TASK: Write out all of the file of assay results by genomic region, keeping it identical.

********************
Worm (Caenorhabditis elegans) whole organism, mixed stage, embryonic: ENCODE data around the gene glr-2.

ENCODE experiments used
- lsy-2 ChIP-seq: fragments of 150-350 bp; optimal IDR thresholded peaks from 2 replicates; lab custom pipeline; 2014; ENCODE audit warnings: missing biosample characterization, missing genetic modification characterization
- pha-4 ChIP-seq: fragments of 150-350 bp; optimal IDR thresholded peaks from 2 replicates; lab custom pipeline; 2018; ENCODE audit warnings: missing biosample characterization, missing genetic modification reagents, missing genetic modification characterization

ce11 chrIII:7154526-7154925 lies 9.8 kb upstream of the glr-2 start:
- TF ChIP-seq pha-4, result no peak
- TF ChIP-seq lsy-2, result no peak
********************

Worm (Caenorhabditis elegans) whole organism, mixed stage, embryonic: ENCODE data around the gene glr-2.

ENCODE experiments used
- lsy-2 ChIP-seq: fragments of 150-350 bp; optimal IDR thresholded peaks from 2 replicates; lab custom pipeline; 2014; ENCODE audit warnings: missing biosample characterization, missing genetic modification characterization
- pha-4 ChIP-seq: fragments of 150-350 bp; optimal IDR thresholded peaks from 2 replicates; lab custom pipeline; 2018; ENCODE audit warnings: missing biosample characterization, missing genetic modification reagents, missing genetic modification characterization

ce11 chrIII:7154526-7154925 lies 9.8 kb upstream of the glr-2 start:
- TF ChIP-seq pha-4, result no peak
- TF ChIP-seq lsy-2, result no peak